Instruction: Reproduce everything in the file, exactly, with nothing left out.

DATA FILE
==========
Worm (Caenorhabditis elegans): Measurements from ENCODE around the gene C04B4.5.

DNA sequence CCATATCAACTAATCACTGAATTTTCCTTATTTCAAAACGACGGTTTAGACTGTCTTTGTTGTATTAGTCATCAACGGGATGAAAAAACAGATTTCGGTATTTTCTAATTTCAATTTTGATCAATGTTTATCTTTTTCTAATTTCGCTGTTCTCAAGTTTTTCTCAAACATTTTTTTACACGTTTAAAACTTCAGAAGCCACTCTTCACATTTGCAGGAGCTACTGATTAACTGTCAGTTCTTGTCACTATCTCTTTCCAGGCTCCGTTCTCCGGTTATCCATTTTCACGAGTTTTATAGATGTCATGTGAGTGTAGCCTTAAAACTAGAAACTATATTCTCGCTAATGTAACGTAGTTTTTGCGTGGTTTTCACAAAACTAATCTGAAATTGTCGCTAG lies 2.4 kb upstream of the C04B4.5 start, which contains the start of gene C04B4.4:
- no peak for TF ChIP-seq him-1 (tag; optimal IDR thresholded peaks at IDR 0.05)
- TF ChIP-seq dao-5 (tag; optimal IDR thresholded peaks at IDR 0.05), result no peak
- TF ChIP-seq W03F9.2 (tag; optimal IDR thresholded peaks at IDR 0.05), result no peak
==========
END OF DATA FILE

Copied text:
Worm (Caenorhabditis elegans): Measurements from ENCODE around the gene C04B4.5.

DNA sequence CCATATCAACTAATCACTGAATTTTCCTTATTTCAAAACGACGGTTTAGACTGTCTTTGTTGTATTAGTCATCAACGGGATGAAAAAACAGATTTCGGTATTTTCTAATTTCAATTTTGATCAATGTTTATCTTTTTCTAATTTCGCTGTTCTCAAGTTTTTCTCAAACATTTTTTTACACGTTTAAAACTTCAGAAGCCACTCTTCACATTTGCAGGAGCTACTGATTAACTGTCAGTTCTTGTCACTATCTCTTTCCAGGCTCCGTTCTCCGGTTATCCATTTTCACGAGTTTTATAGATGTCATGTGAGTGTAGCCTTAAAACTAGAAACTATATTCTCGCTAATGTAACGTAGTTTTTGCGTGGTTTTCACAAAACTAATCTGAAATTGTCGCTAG lies 2.4 kb upstream of the C04B4.5 start, which contains the start of gene C04B4.4:
- no peak for TF ChIP-seq him-1 (tag; optimal IDR thresholded peaks at IDR 0.05)
- TF ChIP-seq dao-5 (tag; optimal IDR thresholded peaks at IDR 0.05), result no peak
- TF ChIP-seq W03F9.2 (tag; optimal IDR thresholded peaks at IDR 0.05), result no peak